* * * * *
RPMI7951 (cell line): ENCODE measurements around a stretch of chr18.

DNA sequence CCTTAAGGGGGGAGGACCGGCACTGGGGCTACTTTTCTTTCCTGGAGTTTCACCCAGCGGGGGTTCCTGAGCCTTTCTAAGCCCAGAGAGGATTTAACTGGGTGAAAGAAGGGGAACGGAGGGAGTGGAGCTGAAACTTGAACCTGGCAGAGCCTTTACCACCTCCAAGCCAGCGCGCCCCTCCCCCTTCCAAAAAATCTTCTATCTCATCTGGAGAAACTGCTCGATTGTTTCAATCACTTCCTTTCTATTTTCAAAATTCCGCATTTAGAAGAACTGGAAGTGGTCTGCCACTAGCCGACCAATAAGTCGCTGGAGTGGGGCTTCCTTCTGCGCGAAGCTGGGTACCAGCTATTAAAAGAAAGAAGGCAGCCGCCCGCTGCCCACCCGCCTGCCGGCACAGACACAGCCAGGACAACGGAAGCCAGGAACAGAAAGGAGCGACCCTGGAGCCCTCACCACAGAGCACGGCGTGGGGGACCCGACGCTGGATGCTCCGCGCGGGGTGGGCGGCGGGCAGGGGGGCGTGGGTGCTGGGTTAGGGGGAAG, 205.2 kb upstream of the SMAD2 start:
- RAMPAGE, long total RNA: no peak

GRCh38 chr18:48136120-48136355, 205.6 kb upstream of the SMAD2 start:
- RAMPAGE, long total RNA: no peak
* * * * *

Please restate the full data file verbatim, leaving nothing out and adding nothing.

RPMI7951 (cell line): ENCODE measurements around a stretch of chr18.

DNA sequence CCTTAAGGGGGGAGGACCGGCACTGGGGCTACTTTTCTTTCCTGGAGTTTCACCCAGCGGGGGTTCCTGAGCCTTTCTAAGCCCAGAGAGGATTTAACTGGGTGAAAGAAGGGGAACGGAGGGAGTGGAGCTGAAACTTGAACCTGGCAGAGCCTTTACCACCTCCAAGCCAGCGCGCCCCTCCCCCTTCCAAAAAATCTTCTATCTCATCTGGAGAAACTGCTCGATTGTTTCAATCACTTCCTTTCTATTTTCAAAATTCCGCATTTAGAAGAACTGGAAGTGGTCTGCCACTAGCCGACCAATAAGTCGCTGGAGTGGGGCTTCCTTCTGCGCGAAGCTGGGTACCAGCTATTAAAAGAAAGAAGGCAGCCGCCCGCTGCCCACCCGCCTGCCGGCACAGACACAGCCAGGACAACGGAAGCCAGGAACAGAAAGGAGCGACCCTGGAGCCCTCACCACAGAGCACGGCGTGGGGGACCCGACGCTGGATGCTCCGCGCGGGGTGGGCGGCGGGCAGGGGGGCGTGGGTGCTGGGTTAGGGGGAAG, 205.2 kb upstream of the SMAD2 start:
- RAMPAGE, long total RNA: no peak

GRCh38 chr18:48136120-48136355, 205.6 kb upstream of the SMAD2 start:
- RAMPAGE, long total RNA: no peak